Nigerian Archbishop Peter Akinola's attempts to break the Anglican Communion apart continue:

Anglican conservatives, frustrated by the continuing stalemate over homosexuality in the Anglican Communion, declared Sunday that they would defy historic lines of authority and create a new power bloc within the communion led by a council predominantly of African archbishops.


They insisted that they were not breaking away from the Anglican Communion or creating a schism. But their plans, if carried out, could create severe upheaval in the communion, the world’s third largest grouping of churches, after the Roman Catholic Church and the Orthodox churches.

This upheaval has been going on for a while; conservatives within the communion have been breaking from the American church for years now, ever since openly gay New Hampshire Bishop Gene Robinson was consecrated in 2003.

Akinola has been essential to the break. He defied the requests of Archbishop of Canterbury Rowan Williams and Episcopal presiding bishop Katharine Jefferts Schori and installed the Virginian Martyn Minns as a bishop of the Nigerian church, after Minns broke from the Episcopal one. Just as critically, he has been a mouthpiece for the most homophobic tendencies within the church, telling the New York Times that he jumped back in horror the first time he met a gay couple, comparing homosexuality to everything from pedophilia to zoophilia, and pushing for Nigeria to enact a five-year mandatory sentence for homosexual acts or "associations", a bill so broad that it could lead to the imprisonment of AIDS caregivers. While there would surely be conservatives fighting against Robinson and the liberalization he represents without Akinola, he has increased their power and influence tremendously.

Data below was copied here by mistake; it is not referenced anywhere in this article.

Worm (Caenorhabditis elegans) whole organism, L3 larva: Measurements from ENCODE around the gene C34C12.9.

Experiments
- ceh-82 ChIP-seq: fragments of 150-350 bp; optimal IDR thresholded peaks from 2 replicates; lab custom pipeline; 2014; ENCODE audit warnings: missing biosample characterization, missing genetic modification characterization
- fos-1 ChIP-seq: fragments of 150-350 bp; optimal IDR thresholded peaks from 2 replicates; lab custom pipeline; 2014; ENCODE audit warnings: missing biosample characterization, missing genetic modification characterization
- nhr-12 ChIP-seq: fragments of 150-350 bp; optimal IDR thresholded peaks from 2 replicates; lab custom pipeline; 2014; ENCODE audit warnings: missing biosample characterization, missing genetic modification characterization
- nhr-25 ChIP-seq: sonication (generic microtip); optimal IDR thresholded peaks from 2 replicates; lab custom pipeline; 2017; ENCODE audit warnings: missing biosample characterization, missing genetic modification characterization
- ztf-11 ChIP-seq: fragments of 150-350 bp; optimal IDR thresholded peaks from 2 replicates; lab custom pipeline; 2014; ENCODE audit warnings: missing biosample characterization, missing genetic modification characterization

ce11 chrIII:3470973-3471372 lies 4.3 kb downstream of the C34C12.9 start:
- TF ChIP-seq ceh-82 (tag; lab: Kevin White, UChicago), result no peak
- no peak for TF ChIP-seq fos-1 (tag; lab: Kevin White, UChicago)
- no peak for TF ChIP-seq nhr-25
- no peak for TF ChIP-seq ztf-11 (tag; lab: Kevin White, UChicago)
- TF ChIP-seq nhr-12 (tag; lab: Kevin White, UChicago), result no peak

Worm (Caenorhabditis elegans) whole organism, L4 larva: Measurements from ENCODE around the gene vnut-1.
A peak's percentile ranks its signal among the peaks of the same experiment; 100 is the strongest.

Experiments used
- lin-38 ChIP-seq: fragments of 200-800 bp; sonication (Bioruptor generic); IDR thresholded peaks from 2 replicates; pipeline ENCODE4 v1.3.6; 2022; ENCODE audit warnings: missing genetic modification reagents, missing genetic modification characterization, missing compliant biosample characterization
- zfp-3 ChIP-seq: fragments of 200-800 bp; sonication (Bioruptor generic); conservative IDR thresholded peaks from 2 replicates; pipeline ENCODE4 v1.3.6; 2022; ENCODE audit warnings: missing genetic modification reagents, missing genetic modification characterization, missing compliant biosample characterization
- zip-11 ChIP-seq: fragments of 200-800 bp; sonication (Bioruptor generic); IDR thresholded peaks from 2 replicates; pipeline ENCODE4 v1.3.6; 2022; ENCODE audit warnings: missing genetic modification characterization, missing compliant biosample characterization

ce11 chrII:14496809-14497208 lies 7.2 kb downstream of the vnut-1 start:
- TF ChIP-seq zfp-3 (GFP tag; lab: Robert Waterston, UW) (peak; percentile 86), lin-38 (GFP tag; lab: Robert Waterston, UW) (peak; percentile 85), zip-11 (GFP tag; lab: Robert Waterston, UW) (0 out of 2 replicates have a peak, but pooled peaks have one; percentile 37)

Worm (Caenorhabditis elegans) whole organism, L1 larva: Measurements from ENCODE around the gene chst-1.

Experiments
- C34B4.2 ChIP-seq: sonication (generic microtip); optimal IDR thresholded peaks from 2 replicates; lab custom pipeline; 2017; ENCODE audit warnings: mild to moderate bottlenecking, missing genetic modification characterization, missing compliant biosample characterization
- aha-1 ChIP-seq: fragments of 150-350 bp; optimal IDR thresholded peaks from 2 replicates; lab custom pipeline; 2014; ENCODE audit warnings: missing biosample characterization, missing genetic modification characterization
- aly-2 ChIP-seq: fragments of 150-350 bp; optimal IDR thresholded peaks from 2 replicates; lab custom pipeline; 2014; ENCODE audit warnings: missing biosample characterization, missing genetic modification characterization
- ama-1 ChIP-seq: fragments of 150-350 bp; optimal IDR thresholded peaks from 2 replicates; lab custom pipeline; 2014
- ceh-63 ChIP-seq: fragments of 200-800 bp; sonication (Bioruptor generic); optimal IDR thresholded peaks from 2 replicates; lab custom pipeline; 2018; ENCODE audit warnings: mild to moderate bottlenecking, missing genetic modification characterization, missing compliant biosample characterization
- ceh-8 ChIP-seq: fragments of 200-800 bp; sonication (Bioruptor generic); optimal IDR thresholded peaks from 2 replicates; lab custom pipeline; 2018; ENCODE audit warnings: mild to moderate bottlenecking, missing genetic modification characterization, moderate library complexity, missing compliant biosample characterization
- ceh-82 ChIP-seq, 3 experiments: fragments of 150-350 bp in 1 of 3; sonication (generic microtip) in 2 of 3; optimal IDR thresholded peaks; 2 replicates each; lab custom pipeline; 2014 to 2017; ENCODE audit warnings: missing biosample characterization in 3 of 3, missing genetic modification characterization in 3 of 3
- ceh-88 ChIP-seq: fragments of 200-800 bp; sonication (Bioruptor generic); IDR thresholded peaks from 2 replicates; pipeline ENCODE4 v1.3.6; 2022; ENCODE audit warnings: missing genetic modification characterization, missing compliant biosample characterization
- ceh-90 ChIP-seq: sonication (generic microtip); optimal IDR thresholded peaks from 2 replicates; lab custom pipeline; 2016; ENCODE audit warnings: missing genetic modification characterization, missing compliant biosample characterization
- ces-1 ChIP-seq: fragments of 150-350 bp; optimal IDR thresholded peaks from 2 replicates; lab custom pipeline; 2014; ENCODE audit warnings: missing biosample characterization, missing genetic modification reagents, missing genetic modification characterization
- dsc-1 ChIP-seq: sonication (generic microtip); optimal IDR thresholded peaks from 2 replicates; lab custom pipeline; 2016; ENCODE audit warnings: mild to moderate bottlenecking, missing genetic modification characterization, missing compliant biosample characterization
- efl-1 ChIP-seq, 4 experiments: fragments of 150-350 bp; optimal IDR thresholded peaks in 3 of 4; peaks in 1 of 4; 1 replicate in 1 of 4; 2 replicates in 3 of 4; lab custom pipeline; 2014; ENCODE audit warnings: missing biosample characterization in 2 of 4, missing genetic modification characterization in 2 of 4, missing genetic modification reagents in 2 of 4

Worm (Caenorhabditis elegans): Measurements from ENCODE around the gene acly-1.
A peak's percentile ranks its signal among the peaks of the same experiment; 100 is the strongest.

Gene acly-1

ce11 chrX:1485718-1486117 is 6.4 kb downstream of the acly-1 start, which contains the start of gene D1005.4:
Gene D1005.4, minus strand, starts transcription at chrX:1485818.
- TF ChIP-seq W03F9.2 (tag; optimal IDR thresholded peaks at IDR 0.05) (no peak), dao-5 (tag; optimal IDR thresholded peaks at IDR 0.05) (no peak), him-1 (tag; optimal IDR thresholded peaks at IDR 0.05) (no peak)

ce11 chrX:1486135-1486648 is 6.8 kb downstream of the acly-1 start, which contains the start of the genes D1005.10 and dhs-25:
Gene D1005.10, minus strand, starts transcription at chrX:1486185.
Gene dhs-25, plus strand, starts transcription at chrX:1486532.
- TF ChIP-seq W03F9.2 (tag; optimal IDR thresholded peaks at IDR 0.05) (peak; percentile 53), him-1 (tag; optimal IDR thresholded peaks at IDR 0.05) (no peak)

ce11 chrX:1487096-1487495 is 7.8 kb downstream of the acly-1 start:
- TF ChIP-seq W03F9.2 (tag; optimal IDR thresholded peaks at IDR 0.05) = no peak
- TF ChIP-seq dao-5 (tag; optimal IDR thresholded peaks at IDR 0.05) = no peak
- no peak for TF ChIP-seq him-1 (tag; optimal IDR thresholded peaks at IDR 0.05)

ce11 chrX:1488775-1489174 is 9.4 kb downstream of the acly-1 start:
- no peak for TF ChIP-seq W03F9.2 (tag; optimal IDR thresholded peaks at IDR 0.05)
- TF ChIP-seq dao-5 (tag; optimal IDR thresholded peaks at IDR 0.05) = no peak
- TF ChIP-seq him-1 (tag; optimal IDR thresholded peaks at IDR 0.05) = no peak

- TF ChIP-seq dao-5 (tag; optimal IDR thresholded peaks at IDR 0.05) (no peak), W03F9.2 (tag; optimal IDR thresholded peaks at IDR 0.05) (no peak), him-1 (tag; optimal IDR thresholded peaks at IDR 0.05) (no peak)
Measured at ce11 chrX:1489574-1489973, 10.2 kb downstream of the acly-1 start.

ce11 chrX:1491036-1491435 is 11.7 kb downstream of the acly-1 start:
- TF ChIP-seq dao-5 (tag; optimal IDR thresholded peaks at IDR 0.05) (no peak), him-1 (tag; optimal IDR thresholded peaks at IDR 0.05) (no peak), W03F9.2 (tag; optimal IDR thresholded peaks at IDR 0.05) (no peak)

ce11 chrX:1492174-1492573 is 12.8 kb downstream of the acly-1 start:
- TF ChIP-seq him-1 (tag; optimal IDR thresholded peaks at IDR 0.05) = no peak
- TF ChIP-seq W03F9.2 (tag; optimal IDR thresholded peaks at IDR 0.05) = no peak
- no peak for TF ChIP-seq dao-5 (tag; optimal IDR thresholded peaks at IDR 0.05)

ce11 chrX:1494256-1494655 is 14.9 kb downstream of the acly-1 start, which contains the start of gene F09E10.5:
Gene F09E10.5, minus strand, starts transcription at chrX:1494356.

In no small part because of these retrograde social views, Akinola has wide support among American conservatives. After Minns' installation, the Washington Post published a mash note to Akinola by Michael Gerson, calling his Christianity "undeniably alive" and denouncing Williams and Schori's "condescension". Rick Warren even compared him to Nelson Mandela. Warren would do better to head the words of Mandela's ally, and Akinola's fellow Anglican Archbishop, Desmond Tutu: "If God, as they say, is homophobic, I wouldn't worship that God."

--Dylan Matthews